Publications on Spain
Dead Economic Dogmas Trump Recovery: The Continuing Crisis in the Eurozone Periphery
Public Policy Brief No. 133, 2014 | May 2014The “happy talk” emanating from eurozone officials regarding the economic crises in the periphery deserves some vigorous pushback. Focusing on the four bailed-out countries of Greece, Ireland, Portugal, and Spain, Research Associate and Policy Fellow C. J. Polychroniou argues in this policy brief that, contrary to the burgeoning optimism in official communications, these countries’ economies are still not on track for vigorous, sustainable recoveries in growth and employment—and that there is nothing surprising in this result.Download:Associated Program:Author(s):C. J. Polychroniou
Euroland's Original Sin
Policy Note 2012/8 | July 2012From the very start, the European Monetary Union (EMU) was set up to fail. The host of problems we are now witnessing, from the solvency crises on the periphery to the bank runs in Spain, Greece, and Italy, were built into the very structure of the EMU and its banking system. Policymakers have admittedly responded to these various emergencies with an uninspiring mix of delaying tactics and self-destructive policy blunders, but the most fundamental mistake of all occurred well before the buildup to the current crisis. What we are witnessing today are the results of a design flaw. When individual nations like Greece or Italy joined the EMU, they essentially adopted a foreign currency—the euro—but retained responsibility for their nation’s fiscal policy. This attempted separation of fiscal policy from a sovereign currency is the fatal defect that is tearing the eurozone apart.
The Mediterranean Conundrum
Public Policy Brief No. 124, 2012 | May 2012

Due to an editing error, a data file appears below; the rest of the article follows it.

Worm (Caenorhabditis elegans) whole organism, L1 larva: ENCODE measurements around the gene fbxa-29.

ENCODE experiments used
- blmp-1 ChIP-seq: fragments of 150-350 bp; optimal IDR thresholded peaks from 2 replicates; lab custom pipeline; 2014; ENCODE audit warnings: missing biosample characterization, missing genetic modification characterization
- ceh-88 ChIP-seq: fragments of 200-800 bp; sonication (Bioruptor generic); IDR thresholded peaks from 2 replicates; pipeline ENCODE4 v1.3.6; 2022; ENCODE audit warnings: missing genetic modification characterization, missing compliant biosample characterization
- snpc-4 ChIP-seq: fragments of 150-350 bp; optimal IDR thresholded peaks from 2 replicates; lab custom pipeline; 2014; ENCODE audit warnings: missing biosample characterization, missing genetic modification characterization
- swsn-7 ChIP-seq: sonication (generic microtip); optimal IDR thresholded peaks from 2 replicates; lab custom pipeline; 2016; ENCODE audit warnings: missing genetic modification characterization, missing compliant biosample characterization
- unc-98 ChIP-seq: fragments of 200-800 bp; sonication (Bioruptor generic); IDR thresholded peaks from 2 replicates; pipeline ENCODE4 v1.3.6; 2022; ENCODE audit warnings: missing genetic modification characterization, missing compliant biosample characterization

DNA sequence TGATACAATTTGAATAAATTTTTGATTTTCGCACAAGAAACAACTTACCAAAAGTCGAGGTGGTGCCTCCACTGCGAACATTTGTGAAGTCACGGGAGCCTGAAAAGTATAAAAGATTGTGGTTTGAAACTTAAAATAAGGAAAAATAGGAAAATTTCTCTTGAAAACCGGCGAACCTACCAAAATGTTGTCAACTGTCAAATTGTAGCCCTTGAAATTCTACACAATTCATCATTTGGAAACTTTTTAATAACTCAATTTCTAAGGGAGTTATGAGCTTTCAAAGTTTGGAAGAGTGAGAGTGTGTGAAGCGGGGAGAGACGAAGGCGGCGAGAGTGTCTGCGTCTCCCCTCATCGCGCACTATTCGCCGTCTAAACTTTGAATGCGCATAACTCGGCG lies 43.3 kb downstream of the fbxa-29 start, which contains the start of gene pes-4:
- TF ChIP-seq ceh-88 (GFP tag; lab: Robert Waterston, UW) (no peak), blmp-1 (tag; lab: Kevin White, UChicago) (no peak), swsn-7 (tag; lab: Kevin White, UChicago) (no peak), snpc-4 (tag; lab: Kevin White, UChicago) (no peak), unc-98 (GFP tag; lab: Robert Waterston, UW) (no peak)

The Link between the State and the Macroeconomy, and the Disastrous Effects of the European Policy of Austerity
Conventional wisdom has calcified around the belief that the countries in the eurozone periphery are in trouble primarily because of their governments’ allegedly profligate ways. For most of these nations, however, the facts suggest otherwise. Apart from the case of Greece, the outbreak of the eurozone crisis largely preceded dramatic increases in public debt ratios, and as has been emphasized in previous Levy Institute publications, the roots of the crisis lie far more in the flawed design of the European Monetary Union and the imbalances it has generated.
But as Research Associate and Policy Fellow C. J. Polychroniou demonstrates in this policy brief, domestic political developments should not be written out of the recent history of the eurozone’s stumbles toward crisis and possible dissolution. However, the part in this tale played by southern European political regimes is quite the opposite of that which is commonly claimed or implied in the press. Instead of out-of-control, overly generous progressive agendas, the countries at the core of the crisis in southern Europe—Greece, Spain, and Portugal—have seen their macroeconomic environments shaped by the dominance of regressive political regimes and an embrace of neoliberal policies; an embrace, says Polychroniou, that helped contribute to the unenviable position their economies find themselves in today.Download:Associated Program:Author(s):C. J. Polychroniou
Measuring Poverty Using Both Income and Wealth
Working Paper No. 620 | September 2010
An Empirical Comparison of Multidimensional Approaches Using Data for the US and Spain
This paper presents a comparative analysis of the approaches to poverty based on income and wealth that have been proposed in the literature. Two types of approaches are considered: those that look at income and wealth separately when defining the poverty frontier, and those in which these two dimensions are integrated into a single index of welfare. We illustrate the implications of these approaches on the structure of poverty using data for two industrialized countries—for example, the United States and Spain. We find that the incidence of poverty in these two countries varies significantly depending on the poverty definition adopted. Despite this variation, our results suggest that the poverty problem is robust to changes in the way poverty is measured. Regarding the identification of the poor, there is a high level of misclassification between the poverty indices: for most of the pairwise comparisons, the proportion of households that are misclassified is above 50 percent. Interestingly, the rate of misclassification in the United States is significantly lower than in Spain. We argue that the higher correlation between income and wealth in the United States contributes to explaining the greater overlap between poverty indices in this country.Download:Associated Program:Author(s):Francisco Azpitarte